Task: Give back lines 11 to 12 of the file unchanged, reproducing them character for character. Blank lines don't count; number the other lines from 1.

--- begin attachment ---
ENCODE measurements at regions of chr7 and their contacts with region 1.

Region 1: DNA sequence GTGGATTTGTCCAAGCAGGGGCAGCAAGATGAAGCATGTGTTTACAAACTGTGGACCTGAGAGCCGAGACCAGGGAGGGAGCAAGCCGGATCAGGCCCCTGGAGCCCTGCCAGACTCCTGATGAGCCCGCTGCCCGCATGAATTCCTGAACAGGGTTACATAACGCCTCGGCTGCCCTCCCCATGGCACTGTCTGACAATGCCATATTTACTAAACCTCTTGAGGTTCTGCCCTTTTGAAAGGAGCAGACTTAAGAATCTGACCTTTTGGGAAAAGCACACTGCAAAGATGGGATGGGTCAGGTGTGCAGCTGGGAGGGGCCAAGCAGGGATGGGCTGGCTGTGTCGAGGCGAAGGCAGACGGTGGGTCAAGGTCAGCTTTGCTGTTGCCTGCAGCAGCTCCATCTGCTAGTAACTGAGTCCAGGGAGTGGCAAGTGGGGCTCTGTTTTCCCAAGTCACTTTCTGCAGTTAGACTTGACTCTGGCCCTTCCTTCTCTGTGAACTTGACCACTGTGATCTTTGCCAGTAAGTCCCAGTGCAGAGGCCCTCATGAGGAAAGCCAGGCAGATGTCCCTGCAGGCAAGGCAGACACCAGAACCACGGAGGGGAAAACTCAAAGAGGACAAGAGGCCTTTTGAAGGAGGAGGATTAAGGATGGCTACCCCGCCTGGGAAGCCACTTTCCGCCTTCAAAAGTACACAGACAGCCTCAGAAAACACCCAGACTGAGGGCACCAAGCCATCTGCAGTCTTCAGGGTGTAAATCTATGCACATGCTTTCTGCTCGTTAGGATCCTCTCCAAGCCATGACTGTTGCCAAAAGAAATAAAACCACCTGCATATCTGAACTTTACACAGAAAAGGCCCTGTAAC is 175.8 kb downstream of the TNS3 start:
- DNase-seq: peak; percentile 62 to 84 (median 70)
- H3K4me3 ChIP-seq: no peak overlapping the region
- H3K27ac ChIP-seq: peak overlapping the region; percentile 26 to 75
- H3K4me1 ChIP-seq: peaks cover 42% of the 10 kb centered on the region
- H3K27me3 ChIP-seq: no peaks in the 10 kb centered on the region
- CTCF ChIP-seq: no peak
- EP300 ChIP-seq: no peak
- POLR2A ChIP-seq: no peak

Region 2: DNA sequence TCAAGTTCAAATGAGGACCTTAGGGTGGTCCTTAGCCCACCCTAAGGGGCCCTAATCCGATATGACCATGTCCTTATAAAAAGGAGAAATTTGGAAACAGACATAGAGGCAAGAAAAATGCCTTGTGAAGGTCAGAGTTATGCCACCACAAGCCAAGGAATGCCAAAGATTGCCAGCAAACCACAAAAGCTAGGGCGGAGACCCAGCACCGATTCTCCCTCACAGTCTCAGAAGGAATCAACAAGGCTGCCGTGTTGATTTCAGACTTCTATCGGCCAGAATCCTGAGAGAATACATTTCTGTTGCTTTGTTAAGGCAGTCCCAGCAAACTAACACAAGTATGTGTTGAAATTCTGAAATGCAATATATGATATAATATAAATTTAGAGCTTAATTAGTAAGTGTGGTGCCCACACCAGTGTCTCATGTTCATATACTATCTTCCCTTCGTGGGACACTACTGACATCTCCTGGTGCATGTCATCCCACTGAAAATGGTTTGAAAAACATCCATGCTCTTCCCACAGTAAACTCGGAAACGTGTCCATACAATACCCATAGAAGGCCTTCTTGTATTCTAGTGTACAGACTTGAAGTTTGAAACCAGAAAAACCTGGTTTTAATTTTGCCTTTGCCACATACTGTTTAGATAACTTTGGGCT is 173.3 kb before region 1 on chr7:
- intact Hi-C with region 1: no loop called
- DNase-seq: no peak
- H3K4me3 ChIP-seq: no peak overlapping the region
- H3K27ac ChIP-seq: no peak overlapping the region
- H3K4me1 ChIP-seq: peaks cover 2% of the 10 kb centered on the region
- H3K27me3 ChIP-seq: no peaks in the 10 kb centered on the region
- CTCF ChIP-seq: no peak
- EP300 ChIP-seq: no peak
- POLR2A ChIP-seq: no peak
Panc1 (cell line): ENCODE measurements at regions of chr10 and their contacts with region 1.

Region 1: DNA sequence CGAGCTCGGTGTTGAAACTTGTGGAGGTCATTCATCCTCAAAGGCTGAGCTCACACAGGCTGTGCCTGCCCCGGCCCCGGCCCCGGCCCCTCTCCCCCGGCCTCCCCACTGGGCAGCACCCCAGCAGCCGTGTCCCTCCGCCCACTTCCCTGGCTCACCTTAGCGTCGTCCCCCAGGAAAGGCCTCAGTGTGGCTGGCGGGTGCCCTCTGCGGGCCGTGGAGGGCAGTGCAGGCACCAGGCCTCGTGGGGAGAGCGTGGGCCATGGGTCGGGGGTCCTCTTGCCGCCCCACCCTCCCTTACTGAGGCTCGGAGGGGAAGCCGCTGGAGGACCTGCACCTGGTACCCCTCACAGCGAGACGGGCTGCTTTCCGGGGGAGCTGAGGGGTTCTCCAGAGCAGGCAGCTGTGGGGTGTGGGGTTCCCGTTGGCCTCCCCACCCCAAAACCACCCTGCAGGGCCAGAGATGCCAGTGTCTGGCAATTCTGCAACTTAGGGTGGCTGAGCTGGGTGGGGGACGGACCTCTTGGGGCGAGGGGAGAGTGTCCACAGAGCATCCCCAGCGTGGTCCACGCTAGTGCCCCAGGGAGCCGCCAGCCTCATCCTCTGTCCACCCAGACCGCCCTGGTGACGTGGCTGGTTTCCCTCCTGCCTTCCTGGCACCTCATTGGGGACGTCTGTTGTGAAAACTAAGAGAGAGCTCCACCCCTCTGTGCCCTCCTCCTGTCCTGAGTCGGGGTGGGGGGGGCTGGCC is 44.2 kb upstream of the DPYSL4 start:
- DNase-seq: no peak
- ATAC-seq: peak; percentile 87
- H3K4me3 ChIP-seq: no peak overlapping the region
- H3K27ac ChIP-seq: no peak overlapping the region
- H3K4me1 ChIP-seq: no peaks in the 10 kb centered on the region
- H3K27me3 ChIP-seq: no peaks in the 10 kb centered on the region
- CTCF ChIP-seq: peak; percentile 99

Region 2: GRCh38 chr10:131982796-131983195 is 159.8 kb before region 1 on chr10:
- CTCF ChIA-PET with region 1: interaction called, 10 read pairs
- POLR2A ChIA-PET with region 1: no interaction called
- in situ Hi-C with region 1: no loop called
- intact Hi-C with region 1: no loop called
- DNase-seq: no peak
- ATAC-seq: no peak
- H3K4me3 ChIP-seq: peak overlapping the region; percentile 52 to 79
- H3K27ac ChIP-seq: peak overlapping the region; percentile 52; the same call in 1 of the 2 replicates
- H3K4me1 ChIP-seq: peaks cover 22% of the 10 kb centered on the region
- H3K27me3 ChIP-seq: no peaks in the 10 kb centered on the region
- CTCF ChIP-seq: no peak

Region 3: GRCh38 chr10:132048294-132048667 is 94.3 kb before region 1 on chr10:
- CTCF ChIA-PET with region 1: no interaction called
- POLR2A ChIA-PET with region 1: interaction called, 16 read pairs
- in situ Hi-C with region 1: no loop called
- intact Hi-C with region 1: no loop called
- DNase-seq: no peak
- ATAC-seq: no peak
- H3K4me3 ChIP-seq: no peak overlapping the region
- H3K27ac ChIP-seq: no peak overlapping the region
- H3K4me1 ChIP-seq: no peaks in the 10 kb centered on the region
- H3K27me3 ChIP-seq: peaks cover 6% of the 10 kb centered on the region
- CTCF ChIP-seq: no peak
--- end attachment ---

Region 2: DNA sequence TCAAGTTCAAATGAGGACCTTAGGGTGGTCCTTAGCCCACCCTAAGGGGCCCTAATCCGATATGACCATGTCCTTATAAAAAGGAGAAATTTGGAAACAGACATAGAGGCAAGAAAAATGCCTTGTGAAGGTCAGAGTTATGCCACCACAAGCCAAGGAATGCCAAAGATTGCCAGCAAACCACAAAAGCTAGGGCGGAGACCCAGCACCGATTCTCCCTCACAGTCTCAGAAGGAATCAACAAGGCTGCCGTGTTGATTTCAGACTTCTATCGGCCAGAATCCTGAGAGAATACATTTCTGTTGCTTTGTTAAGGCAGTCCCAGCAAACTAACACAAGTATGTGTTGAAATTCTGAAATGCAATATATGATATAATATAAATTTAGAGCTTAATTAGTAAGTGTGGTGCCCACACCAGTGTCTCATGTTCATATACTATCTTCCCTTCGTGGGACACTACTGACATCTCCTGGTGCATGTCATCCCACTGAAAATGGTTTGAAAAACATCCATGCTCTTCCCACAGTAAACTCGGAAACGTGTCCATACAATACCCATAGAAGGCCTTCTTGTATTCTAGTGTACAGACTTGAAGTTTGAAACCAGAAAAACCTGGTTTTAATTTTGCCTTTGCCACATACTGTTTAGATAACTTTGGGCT is 173.3 kb before region 1 on chr7:
- intact Hi-C with region 1: no loop called